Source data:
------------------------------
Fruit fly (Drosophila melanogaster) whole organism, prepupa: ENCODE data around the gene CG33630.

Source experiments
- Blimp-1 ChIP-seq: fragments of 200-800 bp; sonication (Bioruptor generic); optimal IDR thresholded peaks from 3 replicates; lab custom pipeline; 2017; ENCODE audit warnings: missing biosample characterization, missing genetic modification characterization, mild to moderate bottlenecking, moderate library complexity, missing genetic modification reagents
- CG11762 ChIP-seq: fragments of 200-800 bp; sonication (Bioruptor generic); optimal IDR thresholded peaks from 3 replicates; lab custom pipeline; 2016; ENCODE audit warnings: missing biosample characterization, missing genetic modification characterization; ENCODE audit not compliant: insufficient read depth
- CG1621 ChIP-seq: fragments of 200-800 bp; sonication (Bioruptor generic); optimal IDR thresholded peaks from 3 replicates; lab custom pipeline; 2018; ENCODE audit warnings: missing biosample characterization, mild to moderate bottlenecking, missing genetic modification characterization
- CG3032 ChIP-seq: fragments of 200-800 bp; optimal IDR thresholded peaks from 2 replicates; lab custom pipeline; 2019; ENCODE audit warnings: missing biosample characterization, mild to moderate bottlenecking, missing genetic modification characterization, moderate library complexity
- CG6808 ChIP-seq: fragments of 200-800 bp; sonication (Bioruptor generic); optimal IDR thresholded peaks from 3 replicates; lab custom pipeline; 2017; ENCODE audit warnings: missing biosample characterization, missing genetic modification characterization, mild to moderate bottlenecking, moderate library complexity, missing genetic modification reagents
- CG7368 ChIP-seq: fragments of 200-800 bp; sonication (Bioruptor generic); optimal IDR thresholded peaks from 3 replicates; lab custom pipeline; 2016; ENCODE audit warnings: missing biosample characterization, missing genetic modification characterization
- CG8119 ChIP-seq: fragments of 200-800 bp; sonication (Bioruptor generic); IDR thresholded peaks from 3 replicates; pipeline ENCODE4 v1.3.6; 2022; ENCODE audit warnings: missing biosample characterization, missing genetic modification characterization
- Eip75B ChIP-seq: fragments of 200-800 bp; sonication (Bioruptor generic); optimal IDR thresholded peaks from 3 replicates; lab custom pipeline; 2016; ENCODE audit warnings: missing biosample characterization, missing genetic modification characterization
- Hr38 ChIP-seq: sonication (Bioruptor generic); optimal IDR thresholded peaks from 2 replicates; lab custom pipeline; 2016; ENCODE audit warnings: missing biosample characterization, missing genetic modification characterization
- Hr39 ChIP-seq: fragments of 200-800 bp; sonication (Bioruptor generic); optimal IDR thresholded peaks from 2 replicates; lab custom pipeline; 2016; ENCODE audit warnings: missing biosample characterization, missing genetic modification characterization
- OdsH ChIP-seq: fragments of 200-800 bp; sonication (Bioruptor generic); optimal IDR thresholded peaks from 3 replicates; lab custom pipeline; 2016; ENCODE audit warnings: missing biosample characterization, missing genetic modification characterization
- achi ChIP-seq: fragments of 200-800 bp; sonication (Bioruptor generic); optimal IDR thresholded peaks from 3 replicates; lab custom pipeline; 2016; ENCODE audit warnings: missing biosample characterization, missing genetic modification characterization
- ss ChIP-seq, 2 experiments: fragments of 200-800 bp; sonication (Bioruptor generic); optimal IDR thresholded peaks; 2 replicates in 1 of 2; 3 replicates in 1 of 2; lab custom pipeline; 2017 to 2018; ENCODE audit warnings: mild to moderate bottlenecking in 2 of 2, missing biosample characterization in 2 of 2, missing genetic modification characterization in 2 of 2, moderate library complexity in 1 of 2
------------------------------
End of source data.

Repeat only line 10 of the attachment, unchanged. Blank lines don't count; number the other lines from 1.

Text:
- Eip75B ChIP-seq: fragments of 200-800 bp; sonication (Bioruptor generic); optimal IDR thresholded peaks from 3 replicates; lab custom pipeline; 2016; ENCODE audit warnings: missing biosample characterization, missing genetic modification characterization